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Monday, 08 July 2019


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We are like so many monkeys with typewriters.

There's one difference in your examples from other disciplines, at least for me: knowing when a photo actually IS great.

Perhaps I just don't get it. I read photography books and look at some photos, and I think "Are you kidding me? This is a great photo?"

Of course, sometimes I look at a photo and I see its greatness.

Because of this, my permanent, lingering fear, is that I'm rejecting and deleting a photo of my own that actually is great, even though I can't see it.


You might be good, MJ, but I can boast a genuine 100% record at clay shooting. Every shot I've ever taken has been a hit! On my first attempt, first barrel, I hit the target. So I handed the gun back and have never fired another shot!
It's a very different story to my shutter finger. I know some might survey the photographic target, find the best viewpoint and composition, wait for the best light or decisive moment and then shoot. The might end up with 5/10 good shots for the day. I'm resigned to spending time editing 200 shots for the day. I need to shoot as I work the viewpoints, the subjects, the light and compositions. The feedback from that takes me in directions I would not go if I stood and contemplated. It might be more of a scatter-gun approach but the result will be around 5/200. But my 5, I believe, will very different to a contemplative 5, for better or worse.

Way to cure any self-esteem issues! Maybe there's some money in motivational speaking for you out there?

In one of his podcast series Malcolm Gladwell did a story about a basketball player who upped his free-throw percentage by a large amount by heaving the ball underhanded, you know, the way a grandma would. But he reverted to his old style because he couldn't stand the shame. Peer pressure was more important than actually scoring points. I can't remember which season of the Revisionist History podcast that was in. I'll try to find it and send you the link. It's a fascinating story and I don't even like basketball.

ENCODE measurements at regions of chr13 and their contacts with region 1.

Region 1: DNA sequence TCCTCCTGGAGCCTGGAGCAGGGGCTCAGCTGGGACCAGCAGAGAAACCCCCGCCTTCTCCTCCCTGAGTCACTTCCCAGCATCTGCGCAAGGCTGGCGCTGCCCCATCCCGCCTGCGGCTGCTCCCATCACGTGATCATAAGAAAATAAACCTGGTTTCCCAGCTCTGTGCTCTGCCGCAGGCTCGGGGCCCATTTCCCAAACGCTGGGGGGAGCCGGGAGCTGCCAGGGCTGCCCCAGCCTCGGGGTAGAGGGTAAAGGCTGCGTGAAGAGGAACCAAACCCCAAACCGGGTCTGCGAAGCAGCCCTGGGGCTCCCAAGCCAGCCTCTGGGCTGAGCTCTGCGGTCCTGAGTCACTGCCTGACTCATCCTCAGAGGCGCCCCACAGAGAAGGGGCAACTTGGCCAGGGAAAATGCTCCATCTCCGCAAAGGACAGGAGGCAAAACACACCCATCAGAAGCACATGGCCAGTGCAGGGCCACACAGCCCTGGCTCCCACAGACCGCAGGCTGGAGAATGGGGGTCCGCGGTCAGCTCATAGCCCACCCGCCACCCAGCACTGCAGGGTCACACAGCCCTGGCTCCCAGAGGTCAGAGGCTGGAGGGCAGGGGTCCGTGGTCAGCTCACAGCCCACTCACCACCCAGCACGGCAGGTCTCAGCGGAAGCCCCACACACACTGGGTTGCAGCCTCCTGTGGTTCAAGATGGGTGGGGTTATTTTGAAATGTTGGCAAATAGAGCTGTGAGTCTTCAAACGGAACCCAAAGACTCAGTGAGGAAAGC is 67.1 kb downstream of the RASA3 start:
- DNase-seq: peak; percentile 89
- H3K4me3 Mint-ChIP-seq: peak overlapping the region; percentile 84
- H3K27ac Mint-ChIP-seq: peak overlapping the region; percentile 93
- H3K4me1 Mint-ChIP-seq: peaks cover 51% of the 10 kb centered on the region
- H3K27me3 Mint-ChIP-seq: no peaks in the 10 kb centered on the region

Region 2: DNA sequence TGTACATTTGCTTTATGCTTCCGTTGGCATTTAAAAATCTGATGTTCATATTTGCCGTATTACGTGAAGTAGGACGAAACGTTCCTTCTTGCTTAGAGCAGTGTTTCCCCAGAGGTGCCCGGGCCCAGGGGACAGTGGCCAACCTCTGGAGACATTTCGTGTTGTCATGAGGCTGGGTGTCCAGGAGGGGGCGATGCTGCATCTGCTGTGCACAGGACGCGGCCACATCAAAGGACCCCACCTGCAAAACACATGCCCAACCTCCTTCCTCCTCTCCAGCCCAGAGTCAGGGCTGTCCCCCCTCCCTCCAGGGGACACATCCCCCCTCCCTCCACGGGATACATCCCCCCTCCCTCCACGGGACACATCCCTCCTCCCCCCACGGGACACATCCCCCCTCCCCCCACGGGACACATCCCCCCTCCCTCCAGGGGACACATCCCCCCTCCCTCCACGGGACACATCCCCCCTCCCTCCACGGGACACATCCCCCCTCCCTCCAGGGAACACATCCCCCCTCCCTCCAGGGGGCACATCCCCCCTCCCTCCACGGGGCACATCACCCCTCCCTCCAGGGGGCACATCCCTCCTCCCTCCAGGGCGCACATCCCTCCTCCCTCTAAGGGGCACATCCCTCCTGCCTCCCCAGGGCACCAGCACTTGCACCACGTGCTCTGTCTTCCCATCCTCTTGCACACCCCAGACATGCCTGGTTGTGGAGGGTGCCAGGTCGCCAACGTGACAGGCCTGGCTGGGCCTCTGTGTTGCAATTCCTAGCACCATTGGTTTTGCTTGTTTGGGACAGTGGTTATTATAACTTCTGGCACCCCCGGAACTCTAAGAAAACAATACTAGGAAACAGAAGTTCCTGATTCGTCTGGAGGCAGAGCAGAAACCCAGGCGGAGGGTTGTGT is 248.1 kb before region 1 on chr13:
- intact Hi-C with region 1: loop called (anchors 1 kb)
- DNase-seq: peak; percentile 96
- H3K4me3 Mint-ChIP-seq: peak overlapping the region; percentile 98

You didn't mention that sometimes brilliant scenes create mediocre photographs and simple little scenes sometimes create brilliant photographs.

T̶r̶i̶x̶ games are for kids, silly rabbit. Winning isn't everything, it's the only thing. Put another way, second place is first loser.

Who aspires to be a loser? Not me. I have a tin ear, therefore my only musical instrument is a drum-machine.

I've got a secret. I'm one of those photographers, who, once in a while, hits a great shot, right on the green, next to the hole. Not in golf actually, but with a darned good photograph.

My secret is that I don't show... all the lousy shots. Just the one's like "the pros" :)

But if you think about it, maybe many of the most admired photographers couldn't have competed in a photography tournament. And it doesn't matter. As long as the photographer just keeps showing the best photographs...

I've saw a "natural" in photography when I taught a middle school group. She just picked up the camera and knew how to look through the viewfinder and find something way more visually interesting than any other student. She was not good at editing, lacked discipline, and had other issues sure to make any pursuit a challenge, but her eye was far better than mine.